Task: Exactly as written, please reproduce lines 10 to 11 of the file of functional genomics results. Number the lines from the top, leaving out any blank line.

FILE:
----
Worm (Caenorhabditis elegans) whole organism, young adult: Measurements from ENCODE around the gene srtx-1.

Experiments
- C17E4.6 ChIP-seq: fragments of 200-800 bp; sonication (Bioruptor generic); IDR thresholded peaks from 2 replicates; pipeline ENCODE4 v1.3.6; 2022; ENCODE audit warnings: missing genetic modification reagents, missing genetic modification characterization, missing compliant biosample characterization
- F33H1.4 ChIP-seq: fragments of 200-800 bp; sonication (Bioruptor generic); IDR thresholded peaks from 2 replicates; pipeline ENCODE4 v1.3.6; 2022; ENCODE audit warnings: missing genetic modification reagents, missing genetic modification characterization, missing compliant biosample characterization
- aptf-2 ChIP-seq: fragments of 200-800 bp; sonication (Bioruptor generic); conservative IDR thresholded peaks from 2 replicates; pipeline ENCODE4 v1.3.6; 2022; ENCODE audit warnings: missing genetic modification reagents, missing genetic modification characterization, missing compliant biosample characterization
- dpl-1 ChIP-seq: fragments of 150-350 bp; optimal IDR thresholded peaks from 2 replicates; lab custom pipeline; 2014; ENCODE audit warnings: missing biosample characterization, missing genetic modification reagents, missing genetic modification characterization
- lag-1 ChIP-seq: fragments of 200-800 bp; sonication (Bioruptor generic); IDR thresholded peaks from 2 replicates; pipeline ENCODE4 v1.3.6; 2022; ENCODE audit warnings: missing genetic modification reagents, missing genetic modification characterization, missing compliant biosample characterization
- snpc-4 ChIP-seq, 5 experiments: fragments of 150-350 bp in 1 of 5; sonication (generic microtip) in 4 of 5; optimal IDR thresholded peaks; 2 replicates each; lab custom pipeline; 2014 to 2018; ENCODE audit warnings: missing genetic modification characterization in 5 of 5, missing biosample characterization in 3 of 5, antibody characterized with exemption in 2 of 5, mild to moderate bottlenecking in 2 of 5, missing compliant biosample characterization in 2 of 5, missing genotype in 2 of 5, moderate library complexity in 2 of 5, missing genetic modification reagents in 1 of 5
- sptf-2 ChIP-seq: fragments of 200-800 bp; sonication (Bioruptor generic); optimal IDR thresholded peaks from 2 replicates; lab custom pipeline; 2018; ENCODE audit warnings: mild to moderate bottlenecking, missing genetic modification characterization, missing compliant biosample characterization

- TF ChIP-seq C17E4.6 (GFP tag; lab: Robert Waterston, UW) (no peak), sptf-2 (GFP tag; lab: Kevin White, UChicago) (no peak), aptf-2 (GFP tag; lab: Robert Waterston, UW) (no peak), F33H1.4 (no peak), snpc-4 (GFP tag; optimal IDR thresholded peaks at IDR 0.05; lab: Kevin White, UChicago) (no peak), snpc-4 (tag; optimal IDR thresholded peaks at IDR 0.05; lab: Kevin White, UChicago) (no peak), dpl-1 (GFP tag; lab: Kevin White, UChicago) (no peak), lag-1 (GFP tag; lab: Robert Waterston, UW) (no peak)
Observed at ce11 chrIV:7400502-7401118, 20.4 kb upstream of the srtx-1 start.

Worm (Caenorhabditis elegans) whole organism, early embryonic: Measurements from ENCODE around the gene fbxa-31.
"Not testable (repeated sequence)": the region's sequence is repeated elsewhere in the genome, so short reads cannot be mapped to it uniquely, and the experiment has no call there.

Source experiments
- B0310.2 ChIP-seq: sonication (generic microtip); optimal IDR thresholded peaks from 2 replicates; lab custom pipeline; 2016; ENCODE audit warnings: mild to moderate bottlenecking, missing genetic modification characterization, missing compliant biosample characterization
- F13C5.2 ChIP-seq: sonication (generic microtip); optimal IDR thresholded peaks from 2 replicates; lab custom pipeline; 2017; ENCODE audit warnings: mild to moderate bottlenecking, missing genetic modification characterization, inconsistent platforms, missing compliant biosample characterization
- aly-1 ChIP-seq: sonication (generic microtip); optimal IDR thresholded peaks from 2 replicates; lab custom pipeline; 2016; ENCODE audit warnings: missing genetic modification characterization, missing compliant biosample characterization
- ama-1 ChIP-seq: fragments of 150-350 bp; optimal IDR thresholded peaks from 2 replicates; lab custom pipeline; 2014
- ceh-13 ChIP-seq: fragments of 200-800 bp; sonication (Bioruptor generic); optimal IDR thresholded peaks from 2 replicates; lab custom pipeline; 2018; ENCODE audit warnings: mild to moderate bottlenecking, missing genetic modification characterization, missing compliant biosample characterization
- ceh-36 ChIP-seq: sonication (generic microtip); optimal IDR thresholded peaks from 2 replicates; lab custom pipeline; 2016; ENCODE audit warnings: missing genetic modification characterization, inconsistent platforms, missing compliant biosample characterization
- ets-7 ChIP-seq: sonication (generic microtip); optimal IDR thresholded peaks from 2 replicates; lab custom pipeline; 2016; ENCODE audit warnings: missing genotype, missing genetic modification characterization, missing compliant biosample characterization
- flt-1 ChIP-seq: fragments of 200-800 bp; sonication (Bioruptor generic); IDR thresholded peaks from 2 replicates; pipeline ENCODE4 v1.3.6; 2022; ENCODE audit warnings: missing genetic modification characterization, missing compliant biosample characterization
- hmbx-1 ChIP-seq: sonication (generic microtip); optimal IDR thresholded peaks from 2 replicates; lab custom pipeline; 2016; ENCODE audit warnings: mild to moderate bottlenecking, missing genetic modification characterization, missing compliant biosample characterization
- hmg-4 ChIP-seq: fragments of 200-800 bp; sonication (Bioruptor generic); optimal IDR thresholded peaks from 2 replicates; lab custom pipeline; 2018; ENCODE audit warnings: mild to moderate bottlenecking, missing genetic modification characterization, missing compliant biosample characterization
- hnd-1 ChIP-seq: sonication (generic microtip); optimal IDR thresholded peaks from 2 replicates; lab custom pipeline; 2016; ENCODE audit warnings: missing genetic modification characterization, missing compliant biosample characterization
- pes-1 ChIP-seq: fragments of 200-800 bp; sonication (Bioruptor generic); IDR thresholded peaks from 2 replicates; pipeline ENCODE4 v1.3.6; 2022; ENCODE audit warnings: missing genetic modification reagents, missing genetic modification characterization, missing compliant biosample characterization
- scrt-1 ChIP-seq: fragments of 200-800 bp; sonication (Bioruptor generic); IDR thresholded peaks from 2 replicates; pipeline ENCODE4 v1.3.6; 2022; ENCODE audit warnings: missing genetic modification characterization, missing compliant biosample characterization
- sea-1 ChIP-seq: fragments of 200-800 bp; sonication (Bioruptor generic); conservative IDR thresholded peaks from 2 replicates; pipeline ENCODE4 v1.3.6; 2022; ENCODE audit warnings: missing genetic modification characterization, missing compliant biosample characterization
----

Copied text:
- TF ChIP-seq C17E4.6 (GFP tag; lab: Robert Waterston, UW) (no peak), sptf-2 (GFP tag; lab: Kevin White, UChicago) (no peak), aptf-2 (GFP tag; lab: Robert Waterston, UW) (no peak), F33H1.4 (no peak), snpc-4 (GFP tag; optimal IDR thresholded peaks at IDR 0.05; lab: Kevin White, UChicago) (no peak), snpc-4 (tag; optimal IDR thresholded peaks at IDR 0.05; lab: Kevin White, UChicago) (no peak), dpl-1 (GFP tag; lab: Kevin White, UChicago) (no peak), lag-1 (GFP tag; lab: Robert Waterston, UW) (no peak)
Observed at ce11 chrIV:7400502-7401118, 20.4 kb upstream of the srtx-1 start.